WGN-TV Ray Cortopassi Journey of Love and Memories Navigating Alzheimer’s with Family

As long as I can remember, my life has been intertwined with stories. From listening to them, watching them unfold, to finally becoming a storyteller myself, my journey has been a tapestry of experiences. I began my career as a freelance reporter for a suburban Chicago newspaper in 1990, post-college, eventually finding my way to the esteemed City News Bureau of Chicago and later into television reporting and anchoring roles across various cities.

My passion for storytelling and connecting with people led me through the highs and lows of life, but the true test came when my mom succumbed to complications from breast cancer. In the face of loss, my father, Ted, became an integral part of my life. We invited him to live with us, and as time unfolded, it became clear that he needed more support due to a diagnosis of dementia. His journey with the disease was marked by withdrawn behavior, persistent fatigue, and alarming mini-strokes that demanded immediate medical attention.

Amidst the challenges, I found solace and strength in the Alzheimer’s Association. This community of compassionate individuals united by a common goal of providing the best care for their loved ones became a beacon of support. I readily accepted the opportunity to be an emcee at the annual Walk to End Alzheimer’s celebration, moved by the impact the disease had on patients and their families. The experience was not only eye-opening but also deeply inspiring.

Fast forward to today, and my personal connection with Alzheimer’s has taken on a new dimension. My wife Leslie’s mother, Sarah, at 84 (though she enjoys keeping her age a delightful secret), is navigating through stage four dementia. Acute short-term memory loss and familiar traits associated with Alzheimer’s mark her journey. Despite the challenges, her loving spark remains intact, even if the ability to form new memories has slipped away.

My mission now is clear – to shower Sarah with the love and care she has always bestowed upon her family. It’s a journey filled with both heartache and moments of profound connection. Through it all, the Alzheimer’s Association continues to be a pillar of support, backed by the dedication of numerous organizations and companies committed to funding their mission.

As I traverse this path, I am grateful for the resources and research focused on finding a cure. Each step, each story shared, becomes a testament to the resilience of the human spirit and the power of love in the face of adversity. Together, we press on, weaving a narrative of hope and determination in the fight against Alzheimer’s.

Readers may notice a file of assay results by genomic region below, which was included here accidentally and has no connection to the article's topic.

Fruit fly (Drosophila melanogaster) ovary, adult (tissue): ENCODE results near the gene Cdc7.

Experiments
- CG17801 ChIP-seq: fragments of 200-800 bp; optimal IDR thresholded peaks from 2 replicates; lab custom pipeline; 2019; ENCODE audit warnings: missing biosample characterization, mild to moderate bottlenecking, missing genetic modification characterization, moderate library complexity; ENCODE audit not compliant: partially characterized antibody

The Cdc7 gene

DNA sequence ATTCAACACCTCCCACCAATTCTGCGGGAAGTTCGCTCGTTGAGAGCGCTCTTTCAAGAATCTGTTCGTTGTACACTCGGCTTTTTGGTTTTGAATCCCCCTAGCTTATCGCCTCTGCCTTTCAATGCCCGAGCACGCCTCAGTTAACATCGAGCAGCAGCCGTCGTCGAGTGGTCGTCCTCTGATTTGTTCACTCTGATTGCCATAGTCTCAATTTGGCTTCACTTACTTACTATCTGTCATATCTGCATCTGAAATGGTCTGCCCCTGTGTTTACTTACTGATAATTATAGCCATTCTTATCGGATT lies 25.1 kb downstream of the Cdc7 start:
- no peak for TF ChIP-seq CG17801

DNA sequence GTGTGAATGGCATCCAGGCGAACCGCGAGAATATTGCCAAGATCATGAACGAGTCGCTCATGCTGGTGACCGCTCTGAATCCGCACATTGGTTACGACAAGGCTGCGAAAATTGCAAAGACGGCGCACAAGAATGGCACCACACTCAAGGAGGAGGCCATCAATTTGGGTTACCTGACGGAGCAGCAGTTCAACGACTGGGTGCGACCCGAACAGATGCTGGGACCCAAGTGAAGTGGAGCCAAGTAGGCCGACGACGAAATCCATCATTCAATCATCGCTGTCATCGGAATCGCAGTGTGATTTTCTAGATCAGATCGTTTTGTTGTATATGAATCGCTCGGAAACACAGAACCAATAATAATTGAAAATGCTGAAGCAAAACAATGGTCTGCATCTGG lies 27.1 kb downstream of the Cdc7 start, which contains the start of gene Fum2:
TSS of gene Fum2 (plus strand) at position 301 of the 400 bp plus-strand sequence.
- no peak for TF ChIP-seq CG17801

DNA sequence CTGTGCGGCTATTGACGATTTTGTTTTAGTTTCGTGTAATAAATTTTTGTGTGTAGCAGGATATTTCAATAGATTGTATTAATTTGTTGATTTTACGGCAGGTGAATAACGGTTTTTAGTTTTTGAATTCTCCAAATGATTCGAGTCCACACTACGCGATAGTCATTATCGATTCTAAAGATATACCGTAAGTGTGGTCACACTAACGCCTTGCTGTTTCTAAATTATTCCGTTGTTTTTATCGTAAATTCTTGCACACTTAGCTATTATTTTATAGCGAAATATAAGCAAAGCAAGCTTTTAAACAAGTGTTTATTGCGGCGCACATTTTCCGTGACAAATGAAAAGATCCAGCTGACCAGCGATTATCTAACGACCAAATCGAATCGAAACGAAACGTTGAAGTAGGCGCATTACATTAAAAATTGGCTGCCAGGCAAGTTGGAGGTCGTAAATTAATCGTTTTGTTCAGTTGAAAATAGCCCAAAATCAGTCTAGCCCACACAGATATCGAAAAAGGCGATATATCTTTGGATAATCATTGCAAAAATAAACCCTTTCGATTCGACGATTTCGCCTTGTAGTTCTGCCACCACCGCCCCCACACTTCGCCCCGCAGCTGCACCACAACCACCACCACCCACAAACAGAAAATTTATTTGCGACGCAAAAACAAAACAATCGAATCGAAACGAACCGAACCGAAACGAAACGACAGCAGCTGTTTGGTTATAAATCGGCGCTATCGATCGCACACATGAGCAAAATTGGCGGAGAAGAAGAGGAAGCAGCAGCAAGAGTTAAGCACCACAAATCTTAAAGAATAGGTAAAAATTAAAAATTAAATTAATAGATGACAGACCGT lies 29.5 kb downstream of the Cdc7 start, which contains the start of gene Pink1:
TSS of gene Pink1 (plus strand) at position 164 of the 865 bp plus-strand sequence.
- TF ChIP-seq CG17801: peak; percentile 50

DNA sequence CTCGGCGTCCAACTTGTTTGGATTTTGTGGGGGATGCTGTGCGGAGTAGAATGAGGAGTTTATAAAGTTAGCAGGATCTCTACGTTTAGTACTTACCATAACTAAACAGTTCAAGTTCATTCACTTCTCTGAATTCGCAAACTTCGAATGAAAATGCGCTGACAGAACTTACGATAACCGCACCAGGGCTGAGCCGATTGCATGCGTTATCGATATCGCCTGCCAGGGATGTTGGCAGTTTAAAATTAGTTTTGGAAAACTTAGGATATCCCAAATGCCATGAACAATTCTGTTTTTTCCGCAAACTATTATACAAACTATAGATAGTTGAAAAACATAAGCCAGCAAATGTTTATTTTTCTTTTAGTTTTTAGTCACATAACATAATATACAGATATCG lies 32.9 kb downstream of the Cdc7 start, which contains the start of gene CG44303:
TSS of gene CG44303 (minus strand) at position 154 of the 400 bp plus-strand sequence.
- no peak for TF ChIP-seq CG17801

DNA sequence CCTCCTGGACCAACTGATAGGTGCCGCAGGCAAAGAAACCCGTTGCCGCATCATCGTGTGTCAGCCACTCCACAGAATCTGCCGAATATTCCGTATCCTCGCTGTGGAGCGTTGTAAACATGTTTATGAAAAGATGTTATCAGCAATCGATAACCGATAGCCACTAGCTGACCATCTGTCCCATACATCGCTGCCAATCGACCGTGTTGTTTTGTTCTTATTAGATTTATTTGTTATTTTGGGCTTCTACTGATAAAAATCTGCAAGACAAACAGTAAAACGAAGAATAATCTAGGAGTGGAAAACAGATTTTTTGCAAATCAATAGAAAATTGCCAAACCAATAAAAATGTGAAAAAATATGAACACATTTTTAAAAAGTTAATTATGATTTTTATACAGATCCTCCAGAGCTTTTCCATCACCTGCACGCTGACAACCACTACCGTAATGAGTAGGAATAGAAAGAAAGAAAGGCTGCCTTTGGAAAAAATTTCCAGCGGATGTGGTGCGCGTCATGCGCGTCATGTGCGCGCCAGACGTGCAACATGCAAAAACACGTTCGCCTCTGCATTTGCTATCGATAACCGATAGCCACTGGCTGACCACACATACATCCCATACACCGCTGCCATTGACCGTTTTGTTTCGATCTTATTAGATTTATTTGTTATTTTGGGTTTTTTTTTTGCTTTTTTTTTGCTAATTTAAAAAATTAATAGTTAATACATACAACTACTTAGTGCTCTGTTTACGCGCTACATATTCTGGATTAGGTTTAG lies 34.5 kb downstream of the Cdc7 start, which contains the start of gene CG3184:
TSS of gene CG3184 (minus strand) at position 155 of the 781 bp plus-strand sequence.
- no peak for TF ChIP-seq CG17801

Join Ray Cortopassi as he emcee the 2024 Power of Purple: A Reason to Hope Luncheon, on Tuesday, March 19, 2024, from 11:30 AM to 1:30 PM. at the FOUR SEASONS HOTEL CHICAGO, located at 120 E Delaware Street, Chicago, IL 60611. Click here for details

A Journey of Love, Loss, and Hope: Navigating Retirement, Family, and Alzheimer’s

Deb, a retired special education teacher shares her story on how Alzheimer’s has impacted her and her family’s life.

The past few years have been challenging due to the isolation caused by the COVID-19 pandemic. However, a glimmer of joy entered my life when I finally reunited with three of my four grandchildren after almost four years. The joy of witnessing their growth and change made it one of the best days of my life. Despite my husband’s health problems, we are hopeful about resuming our travels soon.

My journey with Alzheimer’s began when my mother, Jerlean Moore, started showing symptoms at the age of 75. Confused and desperate for guidance, I sought medical advice but received a disheartening prognosis of only five years. Determined to keep my mother at home, I turned to the Alzheimer’s Association, which provided invaluable resources for in-home care.

Balancing caregiving with my job and family support, we managed to keep my mother at home until she peacefully passed away at the age of 93 in 2008. Inspired by her memory, I joined the Walk To End Alzheimer’s, involving my school community in creative fundraising efforts.

Alzheimer’s is not just a disease affecting the elderly; it impacts entire families and caregivers. The Alzheimer’s Association offered crucial support and information to navigate the challenges of caregiving. It’s essential for society, including businesses, to join the fight against this cruel disease.

My daughter, Dawn, played a pivotal role in caring for her grandmother and continues to contribute by participating in the Walk and fundraising at her workplace. Reflecting on my mother’s journey, I’ve learned to find humor in the midst of overwhelming moments, thanks to the support of individuals like Amber at the Alzheimer’s Association Illinois Chapter.  Family members also worked together to support my mother during her illness with donations and participation in the Walk.

Sharing my story is a plea for understanding, compassion, and collective action. Whether through time, money, or advocacy, everyone can play a part in the fight against Alzheimer’s, bringing hope to those facing similar challenges.

The Unexpected Crisis – Preparing for the Financial Impact of Alzheimer’s

During Financial Wellness Month this January, the Alzheimer’s Association is encouraging individuals and families to take stock making financial plans that will create some security in preparing for an unexpected crisis of caring for someone with Alzheimer’s or other dementia.

One in nine Americans age 65 and older are living with Alzheimer’s disease – that’s more than 6 million Americans across the country and 233,000 here in . The disease not only takes a tremendous physical toll on diagnosed individuals, but the costs associated with the disease can be overwhelming and put a huge economical strain on families. Disease-related costs can jeopardize a family’s financial security, and many families and caregivers make enormous personal and financial sacrifices.

The 2023 Alzheimer’s Association Alzheimer’s Disease Facts and Figures report found:

●      In 2022, the lifetime cost of care for a person living with dementia was $392,874.

●      In 2021, dementia caregivers bore nearly twice the average out-of-pocket costs of non-dementia caregivers ($12,388 versus $6,667).